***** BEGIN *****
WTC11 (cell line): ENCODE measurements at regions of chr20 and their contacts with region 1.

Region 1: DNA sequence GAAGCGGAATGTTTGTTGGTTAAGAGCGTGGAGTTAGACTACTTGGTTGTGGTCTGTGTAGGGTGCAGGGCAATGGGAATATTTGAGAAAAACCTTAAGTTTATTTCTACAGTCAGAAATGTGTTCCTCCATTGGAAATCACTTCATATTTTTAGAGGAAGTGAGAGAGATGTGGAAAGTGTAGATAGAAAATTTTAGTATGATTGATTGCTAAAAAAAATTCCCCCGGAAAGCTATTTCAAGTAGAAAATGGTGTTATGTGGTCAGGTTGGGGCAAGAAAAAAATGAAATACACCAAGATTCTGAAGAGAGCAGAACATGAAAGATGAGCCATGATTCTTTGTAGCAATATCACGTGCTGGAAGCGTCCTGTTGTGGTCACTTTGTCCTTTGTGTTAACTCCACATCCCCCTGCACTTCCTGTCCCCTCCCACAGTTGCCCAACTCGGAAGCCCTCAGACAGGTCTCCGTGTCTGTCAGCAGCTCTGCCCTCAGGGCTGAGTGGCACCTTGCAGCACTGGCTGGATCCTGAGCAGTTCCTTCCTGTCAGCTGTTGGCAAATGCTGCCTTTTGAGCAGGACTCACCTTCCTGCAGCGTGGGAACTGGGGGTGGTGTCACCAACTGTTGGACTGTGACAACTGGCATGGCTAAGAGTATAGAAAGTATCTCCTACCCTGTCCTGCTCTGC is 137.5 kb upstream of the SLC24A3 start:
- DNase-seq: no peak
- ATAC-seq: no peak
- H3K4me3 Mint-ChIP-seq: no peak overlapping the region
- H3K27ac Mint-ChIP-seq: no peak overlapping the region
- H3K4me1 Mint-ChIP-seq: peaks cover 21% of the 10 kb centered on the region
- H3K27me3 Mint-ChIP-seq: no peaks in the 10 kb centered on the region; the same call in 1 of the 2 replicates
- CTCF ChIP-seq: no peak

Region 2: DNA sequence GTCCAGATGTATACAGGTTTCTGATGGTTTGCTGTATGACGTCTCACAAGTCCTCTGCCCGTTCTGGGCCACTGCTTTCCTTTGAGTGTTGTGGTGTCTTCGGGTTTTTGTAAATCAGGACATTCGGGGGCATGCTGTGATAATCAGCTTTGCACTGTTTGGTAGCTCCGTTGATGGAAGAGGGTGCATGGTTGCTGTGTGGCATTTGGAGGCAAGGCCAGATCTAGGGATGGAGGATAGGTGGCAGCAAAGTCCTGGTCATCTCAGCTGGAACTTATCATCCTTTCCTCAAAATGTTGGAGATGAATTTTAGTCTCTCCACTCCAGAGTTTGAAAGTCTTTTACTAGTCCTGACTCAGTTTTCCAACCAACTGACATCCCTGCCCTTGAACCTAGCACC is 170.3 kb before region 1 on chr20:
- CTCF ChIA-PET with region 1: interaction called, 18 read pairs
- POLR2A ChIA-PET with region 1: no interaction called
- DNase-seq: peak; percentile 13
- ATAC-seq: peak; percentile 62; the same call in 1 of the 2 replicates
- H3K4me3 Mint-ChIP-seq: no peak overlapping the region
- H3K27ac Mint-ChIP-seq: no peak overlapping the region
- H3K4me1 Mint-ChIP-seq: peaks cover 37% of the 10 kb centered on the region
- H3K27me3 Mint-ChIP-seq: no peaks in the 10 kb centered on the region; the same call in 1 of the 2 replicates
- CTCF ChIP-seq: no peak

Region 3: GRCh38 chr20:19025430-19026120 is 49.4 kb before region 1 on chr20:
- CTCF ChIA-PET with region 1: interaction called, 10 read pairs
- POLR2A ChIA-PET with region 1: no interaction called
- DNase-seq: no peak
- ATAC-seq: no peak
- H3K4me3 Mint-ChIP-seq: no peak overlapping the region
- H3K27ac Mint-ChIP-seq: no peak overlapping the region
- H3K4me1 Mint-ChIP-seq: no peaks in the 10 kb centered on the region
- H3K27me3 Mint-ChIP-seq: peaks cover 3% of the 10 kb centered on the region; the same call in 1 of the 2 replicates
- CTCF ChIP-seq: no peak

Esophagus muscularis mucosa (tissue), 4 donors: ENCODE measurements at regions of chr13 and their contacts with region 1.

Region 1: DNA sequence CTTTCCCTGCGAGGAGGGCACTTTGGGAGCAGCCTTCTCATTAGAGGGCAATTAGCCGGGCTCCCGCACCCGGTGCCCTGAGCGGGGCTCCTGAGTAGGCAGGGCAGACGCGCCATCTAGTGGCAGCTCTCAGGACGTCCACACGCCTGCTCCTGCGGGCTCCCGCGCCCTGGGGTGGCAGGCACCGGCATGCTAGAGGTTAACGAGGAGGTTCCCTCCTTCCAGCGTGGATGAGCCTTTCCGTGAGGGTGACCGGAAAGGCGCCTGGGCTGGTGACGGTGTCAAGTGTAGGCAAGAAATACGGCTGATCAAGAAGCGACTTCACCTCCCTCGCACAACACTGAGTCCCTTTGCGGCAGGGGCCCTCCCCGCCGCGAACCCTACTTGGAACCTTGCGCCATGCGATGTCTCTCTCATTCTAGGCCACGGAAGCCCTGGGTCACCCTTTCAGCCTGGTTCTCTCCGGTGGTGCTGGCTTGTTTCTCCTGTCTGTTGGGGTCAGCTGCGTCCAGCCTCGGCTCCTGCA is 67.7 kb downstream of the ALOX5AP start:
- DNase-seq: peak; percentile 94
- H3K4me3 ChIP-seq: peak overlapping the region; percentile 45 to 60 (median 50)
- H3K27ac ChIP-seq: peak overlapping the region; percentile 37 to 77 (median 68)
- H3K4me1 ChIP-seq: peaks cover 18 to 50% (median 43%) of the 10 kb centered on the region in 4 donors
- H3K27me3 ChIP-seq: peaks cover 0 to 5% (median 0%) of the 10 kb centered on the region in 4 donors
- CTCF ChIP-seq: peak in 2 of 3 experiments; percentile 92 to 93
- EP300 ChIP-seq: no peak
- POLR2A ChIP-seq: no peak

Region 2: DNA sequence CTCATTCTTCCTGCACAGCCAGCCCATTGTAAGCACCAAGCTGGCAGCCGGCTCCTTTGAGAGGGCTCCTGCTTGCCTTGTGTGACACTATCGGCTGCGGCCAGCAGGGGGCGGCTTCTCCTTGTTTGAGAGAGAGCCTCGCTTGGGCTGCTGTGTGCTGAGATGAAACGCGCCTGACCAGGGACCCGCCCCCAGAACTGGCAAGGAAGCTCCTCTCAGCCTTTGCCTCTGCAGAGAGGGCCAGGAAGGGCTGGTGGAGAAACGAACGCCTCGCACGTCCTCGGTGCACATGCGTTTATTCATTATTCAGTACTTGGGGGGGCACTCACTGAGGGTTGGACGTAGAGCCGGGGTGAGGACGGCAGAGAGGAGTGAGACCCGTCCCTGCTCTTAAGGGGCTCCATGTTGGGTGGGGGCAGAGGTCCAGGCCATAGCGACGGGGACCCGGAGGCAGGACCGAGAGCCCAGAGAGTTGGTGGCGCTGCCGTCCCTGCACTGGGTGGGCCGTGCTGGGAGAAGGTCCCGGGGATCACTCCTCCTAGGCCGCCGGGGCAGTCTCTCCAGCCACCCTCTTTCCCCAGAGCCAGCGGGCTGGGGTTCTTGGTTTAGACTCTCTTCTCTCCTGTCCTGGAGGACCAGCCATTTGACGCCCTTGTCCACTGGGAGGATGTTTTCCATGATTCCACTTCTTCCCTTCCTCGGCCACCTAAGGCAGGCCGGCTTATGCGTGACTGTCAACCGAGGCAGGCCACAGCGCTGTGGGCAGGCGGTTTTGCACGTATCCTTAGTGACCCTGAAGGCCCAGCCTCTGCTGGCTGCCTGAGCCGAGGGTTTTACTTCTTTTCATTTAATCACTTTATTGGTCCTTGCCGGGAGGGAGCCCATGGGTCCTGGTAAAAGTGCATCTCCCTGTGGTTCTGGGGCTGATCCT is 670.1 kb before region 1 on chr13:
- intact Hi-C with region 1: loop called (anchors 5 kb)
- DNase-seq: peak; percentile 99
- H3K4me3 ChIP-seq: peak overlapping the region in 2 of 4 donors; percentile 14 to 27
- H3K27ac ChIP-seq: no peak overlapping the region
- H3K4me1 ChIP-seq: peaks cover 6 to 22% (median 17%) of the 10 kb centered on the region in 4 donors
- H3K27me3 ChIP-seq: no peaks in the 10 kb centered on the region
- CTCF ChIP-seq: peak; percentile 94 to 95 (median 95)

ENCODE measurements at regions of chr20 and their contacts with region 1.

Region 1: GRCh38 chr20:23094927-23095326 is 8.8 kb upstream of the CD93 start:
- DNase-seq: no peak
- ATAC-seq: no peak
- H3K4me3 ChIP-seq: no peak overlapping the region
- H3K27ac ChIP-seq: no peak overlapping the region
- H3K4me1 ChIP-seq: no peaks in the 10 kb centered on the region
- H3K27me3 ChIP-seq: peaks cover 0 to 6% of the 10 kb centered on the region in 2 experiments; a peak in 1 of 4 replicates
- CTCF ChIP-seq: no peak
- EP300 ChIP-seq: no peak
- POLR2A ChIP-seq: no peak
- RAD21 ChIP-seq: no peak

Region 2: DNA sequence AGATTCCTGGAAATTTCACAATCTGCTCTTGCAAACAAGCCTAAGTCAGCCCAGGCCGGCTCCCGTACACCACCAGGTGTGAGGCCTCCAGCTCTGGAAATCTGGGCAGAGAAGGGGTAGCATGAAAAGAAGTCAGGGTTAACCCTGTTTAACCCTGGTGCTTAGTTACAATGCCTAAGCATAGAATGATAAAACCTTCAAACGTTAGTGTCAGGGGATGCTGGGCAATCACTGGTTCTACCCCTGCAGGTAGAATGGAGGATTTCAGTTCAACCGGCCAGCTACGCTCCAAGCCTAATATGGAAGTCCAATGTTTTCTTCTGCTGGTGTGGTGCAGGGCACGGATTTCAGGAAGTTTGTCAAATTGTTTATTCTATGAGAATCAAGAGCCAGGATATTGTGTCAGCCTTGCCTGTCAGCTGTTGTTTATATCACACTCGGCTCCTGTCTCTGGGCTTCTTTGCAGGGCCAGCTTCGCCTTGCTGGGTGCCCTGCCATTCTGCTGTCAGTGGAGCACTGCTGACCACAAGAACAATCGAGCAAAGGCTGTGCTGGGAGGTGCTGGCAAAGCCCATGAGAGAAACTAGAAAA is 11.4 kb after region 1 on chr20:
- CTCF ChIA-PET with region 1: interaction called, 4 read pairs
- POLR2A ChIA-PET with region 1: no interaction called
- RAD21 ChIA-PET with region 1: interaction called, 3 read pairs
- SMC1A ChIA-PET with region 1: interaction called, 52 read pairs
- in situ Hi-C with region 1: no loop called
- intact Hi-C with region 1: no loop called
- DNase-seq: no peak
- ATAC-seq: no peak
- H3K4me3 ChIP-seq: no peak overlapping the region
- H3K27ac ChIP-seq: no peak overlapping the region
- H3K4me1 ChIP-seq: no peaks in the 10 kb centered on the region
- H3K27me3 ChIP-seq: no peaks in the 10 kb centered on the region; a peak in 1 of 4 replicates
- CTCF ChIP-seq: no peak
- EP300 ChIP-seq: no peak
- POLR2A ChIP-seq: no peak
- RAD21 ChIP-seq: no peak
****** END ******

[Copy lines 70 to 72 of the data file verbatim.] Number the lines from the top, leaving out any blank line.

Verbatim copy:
- H3K27ac ChIP-seq: no peak overlapping the region
- H3K4me1 ChIP-seq: no peaks in the 10 kb centered on the region
- H3K27me3 ChIP-seq: no peaks in the 10 kb centered on the region; a peak in 1 of 4 replicates